This example assumes Dojo script is being loaded asynchronously with “async:1” config property. Using this approach helps ensure the bare minimum code is used, and loaded as fast as possible.

require([
  "dojox/mobile/parser", // (Optional) This mobile app uses declarative programming with fast mobile parser
  "dojox/mobile",        // (Required) This is a mobile app.
  "dojox/mobile/compat"  // (Optional) This mobile app supports running on desktop browsers
], function(parser, mobile, compat){ Optional module aliases that can then be referenced inside callback block
  // Do something with mobile api's.  At this point Dojo Mobile api's are ready for use.
);

If you prefer to use “progressive enhancement” design techniques and not use Dojo’s simple declarative programming model, you can choose not to specify the dojox/mobile/parser module and in script construct widgets programmatically.

If you don’t need compatibility support for modern desktop browsers (FF, IE8+), you can choose note to specify the dojox/mobile/compat module. In this case, mobile support will only work properly on Webkit-based mobile browsers (Dojo Mobile’s default environment support).

Loading Dojo Mobile (using Dojo pre-1.7 style api’s)

This example uses synchronous loading, and loads all of Dojo core. This results in more code being loaded than the bare minimum, and uses a synchronous loader which will be slower to load modules than the above async example (preferred).

dojo.require("dojox.mobile"); // Load the basic mobile widget kernel and support code.
dojo.require("dojox.mobile.parser"); // (Optional) Load the lightweight parser.  dojo.parser can also be used, but it requires much more code to be loaded.
dojo.requireIf(!dojo.isWebKit, "dojox.mobile.compat"); // (Optional) Load the compat layer if the incoming browser isn't webkit based
// Do something with Dojo Mobile...

Applying a Mobile Device Theme Using CSS

Selecting the CSS to apply (iphone, android, blackberry or custom) is equally simple:

<link rel="stylesheet" type="text/css" href="dojox/mobile/themes/iphone/iphone.css"></link>

Automatically Applying Mobile Device Themes Using CSS

You can also use Dojo Mobile’s automatic device detection and theme loading by adding the “dojox/mobile/deviceTheme” to your requires list. When automatic device detection and theme loading is enabled, Dojo Mobile will insert appropriate stylesheet links dynamically into the header, based on user agent sniffing.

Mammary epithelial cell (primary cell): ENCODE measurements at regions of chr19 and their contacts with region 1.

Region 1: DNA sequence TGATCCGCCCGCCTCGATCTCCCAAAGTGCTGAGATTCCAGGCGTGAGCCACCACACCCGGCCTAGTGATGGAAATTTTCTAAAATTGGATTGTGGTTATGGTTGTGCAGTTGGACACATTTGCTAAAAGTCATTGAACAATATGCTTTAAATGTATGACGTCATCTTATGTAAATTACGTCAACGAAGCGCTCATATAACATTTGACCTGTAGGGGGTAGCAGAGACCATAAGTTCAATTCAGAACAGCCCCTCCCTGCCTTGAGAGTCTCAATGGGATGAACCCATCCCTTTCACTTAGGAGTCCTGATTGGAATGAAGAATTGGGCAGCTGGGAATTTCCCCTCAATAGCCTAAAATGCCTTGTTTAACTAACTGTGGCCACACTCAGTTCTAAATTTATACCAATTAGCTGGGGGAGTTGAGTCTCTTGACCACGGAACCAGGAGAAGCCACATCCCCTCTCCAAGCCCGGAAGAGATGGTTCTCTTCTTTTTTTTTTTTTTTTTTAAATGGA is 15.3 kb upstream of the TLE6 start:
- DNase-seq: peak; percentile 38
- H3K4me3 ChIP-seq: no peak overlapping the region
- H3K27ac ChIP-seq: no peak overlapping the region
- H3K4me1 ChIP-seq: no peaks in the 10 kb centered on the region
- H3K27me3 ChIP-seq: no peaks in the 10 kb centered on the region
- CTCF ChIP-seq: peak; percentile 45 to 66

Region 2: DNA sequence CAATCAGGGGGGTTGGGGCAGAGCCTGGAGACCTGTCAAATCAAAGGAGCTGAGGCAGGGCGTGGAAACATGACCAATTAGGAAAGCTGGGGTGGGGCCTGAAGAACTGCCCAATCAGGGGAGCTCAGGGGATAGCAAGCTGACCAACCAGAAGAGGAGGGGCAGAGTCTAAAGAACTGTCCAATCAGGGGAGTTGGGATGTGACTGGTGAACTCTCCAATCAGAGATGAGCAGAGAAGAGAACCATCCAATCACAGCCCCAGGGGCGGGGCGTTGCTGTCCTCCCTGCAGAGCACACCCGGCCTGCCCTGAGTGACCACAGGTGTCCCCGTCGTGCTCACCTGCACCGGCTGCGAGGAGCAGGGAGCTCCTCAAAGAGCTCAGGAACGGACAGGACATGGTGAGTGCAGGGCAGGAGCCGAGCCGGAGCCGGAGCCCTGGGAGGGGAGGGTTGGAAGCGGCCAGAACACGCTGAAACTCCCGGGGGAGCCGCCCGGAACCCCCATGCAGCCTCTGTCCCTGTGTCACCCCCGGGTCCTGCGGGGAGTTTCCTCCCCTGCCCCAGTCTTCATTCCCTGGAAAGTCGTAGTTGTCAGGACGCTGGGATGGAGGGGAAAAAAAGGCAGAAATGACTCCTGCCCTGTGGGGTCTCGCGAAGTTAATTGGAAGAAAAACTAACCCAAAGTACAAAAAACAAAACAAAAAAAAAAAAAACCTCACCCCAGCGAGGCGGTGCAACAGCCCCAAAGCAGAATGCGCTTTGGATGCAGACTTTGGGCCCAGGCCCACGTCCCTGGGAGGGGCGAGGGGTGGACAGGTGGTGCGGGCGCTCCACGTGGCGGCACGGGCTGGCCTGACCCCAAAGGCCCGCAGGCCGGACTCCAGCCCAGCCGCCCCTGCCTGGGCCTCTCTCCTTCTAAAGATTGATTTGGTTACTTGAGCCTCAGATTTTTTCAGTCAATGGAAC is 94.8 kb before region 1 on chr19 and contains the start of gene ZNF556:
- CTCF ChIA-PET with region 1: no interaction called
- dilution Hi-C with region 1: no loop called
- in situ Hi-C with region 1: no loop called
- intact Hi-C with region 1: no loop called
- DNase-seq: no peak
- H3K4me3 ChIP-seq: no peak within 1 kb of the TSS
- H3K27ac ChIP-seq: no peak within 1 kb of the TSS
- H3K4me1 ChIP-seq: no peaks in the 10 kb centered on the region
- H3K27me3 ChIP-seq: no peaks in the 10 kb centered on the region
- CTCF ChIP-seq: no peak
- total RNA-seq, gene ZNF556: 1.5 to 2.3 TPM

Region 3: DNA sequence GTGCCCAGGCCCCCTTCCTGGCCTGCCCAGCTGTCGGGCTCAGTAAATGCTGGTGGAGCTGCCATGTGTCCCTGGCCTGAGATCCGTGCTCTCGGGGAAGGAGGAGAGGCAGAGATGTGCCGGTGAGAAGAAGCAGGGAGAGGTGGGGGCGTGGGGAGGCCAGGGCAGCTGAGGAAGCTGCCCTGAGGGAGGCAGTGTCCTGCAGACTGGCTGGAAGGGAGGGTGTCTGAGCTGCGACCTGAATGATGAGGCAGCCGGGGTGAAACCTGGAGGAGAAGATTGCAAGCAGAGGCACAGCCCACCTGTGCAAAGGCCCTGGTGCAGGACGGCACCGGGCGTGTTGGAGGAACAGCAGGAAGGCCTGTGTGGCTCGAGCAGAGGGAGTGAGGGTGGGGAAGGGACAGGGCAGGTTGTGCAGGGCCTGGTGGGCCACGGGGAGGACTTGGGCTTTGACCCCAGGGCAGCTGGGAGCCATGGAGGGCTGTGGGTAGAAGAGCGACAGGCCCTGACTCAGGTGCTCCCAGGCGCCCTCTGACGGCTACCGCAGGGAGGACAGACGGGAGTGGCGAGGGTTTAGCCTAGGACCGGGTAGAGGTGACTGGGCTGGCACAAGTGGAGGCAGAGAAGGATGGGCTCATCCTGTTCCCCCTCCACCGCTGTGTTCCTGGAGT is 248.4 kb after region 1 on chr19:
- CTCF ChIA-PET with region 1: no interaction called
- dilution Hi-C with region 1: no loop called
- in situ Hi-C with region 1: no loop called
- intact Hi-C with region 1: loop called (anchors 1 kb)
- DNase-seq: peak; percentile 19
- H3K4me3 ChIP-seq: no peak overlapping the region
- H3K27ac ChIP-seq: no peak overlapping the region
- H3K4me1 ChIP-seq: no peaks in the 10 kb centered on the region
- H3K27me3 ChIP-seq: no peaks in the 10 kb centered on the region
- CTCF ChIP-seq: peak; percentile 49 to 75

When this approach is taken, you can also pass an additional query parameter string, device={theme id} to force a specific theme from a browser url input (this feature is useful for creating samples and demos as well as testing what a page looks like on various devices).

Typical Use

Typical usage is to create one or more views in a page, and create a round rectangle list, an edge-to-edge list, an icon container, etc. in the views. You can specify an animated transition between the views. The following example shows how to create views and make a transition between them.

../_images/hello-example.png

Example (using HTML5 validating declarative markup and mobile parser)

<!DOCTYPE HTML>
 <html>
   <head>
     <meta name="viewport" content="width=device-width,initial-scale=1,
    maximum-scale=1,minimum-scale=1,user-scalable=no"/>
     <meta name="apple-mobile-web-app-capable" content="yes" />
     <link href="dojox/mobile/themes/iphone/iphone.css" rel="stylesheet"></link>
     <script src="dojo/dojo.js" djConfig="async:1,parseOnLoad: true"></script>
     <script>
       require([
         "dojox/mobile/parser", // This mobile app uses declarative programming with fast mobile parser
         "dojox/mobile",        // This is a mobile app.
       ]); // Skip module alias and function block because we're not doing anything special...
     </script>
   </head>
   <body>
     <div id="foo" data-dojo-type="dojox.mobile.View">
       <h1 data-dojo-type="dojox.mobile.Heading">View 1</h1>
       <ul data-dojo-type="dojox.mobile.RoundRectList">
         <li data-dojo-type="dojox.mobile.ListItem" moveTo="bar" label="Hello"